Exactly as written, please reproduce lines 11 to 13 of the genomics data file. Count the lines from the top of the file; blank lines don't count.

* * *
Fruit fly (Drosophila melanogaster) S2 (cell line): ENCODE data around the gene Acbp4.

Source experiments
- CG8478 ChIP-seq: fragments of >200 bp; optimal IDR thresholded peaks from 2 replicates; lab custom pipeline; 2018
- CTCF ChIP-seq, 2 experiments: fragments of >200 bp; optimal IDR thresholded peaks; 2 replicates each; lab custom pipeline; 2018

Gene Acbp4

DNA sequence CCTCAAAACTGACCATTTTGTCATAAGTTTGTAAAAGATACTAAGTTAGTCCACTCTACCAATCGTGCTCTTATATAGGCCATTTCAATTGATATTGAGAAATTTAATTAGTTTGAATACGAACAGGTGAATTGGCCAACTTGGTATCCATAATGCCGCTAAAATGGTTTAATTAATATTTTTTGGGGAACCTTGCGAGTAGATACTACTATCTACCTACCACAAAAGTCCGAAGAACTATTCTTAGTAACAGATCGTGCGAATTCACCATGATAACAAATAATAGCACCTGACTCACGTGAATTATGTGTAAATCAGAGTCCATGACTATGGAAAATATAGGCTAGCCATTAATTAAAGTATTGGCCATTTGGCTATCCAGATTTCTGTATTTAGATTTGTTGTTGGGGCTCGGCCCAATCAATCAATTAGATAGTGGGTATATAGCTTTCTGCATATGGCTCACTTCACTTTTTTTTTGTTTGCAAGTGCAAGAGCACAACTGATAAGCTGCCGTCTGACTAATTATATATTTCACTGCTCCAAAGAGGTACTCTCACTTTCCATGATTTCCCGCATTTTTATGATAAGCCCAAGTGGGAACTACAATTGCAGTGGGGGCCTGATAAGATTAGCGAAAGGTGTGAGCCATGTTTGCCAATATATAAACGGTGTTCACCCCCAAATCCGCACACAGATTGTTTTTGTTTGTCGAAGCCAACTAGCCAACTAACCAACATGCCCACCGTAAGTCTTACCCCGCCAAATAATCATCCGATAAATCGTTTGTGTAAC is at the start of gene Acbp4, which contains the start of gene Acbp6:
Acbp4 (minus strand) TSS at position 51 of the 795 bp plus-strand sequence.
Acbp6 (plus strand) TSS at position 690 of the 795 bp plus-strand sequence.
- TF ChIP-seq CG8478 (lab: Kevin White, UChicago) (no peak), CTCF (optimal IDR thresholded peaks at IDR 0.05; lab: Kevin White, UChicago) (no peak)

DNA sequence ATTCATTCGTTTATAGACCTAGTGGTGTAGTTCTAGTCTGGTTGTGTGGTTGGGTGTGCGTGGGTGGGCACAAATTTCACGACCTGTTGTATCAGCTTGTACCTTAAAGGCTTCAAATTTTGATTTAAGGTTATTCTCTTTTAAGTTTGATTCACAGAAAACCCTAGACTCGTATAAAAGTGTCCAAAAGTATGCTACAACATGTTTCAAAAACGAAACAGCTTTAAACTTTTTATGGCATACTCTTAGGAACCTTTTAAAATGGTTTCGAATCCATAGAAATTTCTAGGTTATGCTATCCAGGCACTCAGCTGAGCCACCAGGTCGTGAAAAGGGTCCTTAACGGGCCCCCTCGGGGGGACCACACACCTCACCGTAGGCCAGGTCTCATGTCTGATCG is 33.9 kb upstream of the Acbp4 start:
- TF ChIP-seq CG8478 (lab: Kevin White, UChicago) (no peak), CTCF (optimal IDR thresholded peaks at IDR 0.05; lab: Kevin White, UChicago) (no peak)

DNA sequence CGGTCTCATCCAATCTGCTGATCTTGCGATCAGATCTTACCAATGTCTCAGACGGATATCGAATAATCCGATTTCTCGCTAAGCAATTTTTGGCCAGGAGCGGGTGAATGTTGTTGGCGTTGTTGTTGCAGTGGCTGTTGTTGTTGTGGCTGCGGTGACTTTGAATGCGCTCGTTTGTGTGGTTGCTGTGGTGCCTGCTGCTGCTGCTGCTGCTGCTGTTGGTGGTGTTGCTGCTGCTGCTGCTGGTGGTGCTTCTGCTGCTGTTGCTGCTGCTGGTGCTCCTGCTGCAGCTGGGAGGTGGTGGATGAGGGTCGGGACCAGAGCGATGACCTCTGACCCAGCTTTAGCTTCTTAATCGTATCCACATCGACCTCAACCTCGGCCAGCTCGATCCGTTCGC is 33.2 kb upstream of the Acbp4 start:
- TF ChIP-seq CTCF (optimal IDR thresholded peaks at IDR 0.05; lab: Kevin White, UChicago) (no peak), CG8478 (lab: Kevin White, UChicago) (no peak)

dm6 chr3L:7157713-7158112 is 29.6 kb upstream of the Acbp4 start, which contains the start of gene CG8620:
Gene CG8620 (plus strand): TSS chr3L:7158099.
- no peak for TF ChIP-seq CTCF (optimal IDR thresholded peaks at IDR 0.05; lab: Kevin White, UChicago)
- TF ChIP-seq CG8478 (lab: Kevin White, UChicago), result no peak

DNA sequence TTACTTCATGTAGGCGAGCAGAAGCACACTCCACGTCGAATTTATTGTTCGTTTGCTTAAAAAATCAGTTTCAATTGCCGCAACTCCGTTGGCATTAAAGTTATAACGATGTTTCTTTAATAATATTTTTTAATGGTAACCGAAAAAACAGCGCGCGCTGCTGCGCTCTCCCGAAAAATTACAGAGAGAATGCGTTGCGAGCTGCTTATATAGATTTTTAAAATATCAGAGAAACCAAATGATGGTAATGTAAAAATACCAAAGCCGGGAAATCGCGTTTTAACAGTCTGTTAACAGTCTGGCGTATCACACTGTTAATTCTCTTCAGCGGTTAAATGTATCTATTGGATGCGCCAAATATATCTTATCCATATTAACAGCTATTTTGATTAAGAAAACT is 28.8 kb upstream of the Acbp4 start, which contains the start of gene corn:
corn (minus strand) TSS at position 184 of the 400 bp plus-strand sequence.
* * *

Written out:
- TF ChIP-seq CG8478 (lab: Kevin White, UChicago) (no peak), CTCF (optimal IDR thresholded peaks at IDR 0.05; lab: Kevin White, UChicago) (no peak)

DNA sequence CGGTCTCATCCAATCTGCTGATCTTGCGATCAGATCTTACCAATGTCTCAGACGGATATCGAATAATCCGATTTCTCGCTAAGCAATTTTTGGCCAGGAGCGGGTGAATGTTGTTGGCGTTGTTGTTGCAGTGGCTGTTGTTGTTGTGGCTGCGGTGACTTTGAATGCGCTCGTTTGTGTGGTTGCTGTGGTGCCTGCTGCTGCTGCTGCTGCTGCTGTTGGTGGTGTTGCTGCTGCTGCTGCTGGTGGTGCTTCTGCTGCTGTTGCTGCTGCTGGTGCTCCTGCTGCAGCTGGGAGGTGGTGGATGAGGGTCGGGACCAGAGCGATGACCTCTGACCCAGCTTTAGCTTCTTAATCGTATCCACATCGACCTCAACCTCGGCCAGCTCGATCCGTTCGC is 33.2 kb upstream of the Acbp4 start:
- TF ChIP-seq CTCF (optimal IDR thresholded peaks at IDR 0.05; lab: Kevin White, UChicago) (no peak), CG8478 (lab: Kevin White, UChicago) (no peak)